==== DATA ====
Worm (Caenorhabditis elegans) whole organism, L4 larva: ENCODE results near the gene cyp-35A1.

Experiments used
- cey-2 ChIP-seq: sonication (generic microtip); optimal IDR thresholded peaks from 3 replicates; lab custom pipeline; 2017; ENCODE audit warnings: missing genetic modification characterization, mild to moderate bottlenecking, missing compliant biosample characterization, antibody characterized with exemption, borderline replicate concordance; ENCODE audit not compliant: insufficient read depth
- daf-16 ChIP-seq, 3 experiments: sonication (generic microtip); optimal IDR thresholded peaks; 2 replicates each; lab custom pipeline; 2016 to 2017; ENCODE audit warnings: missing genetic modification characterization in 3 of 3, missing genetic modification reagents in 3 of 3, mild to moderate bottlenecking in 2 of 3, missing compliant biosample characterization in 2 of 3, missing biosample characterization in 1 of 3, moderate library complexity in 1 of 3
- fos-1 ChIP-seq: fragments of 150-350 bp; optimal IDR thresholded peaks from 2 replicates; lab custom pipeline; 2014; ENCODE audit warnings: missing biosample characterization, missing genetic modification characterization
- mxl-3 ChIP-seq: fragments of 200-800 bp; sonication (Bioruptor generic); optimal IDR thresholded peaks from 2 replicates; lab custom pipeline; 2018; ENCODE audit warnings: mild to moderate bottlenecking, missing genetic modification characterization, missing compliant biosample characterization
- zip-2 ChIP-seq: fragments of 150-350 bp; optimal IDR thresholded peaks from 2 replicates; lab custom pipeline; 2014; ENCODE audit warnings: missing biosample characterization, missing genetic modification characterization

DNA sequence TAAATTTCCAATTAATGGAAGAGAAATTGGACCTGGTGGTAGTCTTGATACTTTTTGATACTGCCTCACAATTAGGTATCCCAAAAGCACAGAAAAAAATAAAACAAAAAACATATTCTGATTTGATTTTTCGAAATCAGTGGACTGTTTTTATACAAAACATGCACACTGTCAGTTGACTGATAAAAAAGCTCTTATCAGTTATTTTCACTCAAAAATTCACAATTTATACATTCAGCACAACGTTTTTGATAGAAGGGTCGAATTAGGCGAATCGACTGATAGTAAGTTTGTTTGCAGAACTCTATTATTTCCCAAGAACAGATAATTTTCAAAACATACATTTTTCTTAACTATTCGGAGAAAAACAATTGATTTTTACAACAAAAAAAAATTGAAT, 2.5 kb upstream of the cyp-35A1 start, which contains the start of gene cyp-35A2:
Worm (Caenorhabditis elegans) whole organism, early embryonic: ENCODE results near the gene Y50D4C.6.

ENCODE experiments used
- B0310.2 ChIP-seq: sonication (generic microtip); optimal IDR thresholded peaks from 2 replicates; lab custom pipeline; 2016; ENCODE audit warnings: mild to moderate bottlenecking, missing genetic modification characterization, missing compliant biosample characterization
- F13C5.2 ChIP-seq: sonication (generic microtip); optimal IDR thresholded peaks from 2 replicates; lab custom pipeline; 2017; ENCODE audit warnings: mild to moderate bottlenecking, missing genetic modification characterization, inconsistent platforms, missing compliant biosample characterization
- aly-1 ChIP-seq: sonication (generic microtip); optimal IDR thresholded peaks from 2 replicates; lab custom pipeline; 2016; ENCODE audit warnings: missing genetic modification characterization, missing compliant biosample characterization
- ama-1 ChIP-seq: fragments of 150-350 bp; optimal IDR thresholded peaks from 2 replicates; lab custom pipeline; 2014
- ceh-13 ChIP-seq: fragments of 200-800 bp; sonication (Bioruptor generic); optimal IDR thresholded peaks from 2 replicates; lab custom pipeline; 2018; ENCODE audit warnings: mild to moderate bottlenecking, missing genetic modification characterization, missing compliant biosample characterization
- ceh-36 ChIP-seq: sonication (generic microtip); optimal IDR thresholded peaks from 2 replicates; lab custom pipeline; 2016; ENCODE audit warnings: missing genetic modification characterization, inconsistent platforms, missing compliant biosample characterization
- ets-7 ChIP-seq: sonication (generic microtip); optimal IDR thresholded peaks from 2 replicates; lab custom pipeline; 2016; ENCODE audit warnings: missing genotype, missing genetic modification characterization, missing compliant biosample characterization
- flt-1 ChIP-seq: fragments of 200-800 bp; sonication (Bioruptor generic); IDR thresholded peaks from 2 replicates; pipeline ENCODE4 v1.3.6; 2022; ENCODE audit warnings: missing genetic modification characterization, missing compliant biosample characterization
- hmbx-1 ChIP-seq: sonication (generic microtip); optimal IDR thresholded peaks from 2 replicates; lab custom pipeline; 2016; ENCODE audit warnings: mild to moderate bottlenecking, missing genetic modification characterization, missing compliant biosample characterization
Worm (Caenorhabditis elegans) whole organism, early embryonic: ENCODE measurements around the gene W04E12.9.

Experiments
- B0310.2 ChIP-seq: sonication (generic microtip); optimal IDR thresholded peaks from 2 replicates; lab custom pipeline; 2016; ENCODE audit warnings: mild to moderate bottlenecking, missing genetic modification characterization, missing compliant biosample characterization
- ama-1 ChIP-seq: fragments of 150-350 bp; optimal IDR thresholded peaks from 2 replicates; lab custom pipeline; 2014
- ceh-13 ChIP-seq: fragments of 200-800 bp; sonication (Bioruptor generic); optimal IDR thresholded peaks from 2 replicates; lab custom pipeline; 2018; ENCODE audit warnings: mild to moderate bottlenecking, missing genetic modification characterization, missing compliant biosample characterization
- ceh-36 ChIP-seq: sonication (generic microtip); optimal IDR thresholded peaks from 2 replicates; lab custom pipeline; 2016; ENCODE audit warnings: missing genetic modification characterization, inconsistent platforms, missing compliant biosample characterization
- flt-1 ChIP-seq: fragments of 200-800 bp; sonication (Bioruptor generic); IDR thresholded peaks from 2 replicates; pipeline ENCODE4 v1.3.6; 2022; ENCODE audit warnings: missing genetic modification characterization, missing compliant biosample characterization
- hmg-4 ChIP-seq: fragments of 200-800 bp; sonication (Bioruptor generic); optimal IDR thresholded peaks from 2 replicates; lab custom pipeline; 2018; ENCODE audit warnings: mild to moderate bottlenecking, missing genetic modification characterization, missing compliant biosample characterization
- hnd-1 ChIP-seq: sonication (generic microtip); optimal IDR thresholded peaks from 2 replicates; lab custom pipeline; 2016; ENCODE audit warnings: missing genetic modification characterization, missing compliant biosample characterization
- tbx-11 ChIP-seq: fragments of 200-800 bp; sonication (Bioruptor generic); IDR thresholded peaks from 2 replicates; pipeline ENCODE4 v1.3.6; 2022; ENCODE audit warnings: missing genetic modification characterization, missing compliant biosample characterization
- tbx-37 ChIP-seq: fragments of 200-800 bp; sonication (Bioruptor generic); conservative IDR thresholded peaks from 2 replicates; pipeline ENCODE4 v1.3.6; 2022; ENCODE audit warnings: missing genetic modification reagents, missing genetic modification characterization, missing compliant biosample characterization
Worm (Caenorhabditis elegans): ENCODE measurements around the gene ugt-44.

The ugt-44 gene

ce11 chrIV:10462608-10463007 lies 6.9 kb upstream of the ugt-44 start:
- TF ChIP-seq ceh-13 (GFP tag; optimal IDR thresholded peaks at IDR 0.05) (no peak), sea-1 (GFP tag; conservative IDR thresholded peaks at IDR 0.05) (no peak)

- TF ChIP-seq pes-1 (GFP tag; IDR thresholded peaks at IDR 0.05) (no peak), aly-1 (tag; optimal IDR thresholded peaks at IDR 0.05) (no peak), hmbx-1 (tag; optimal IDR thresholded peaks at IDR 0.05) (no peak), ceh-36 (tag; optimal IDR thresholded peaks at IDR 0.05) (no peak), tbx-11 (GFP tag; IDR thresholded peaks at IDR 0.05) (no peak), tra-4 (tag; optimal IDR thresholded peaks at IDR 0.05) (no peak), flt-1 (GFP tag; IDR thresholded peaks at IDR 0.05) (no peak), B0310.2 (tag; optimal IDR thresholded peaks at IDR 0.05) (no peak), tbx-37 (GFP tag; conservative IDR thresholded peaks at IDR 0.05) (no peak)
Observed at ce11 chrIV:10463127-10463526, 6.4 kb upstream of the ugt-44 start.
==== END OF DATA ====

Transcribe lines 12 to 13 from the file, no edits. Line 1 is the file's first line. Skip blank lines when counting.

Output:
- F13C5.2 ChIP-seq: sonication (generic microtip); optimal IDR thresholded peaks from 2 replicates; lab custom pipeline; 2017; ENCODE audit warnings: mild to moderate bottlenecking, missing genetic modification characterization, inconsistent platforms, missing compliant biosample characterization
- aly-1 ChIP-seq: sonication (generic microtip); optimal IDR thresholded peaks from 2 replicates; lab custom pipeline; 2016; ENCODE audit warnings: missing genetic modification characterization, missing compliant biosample characterization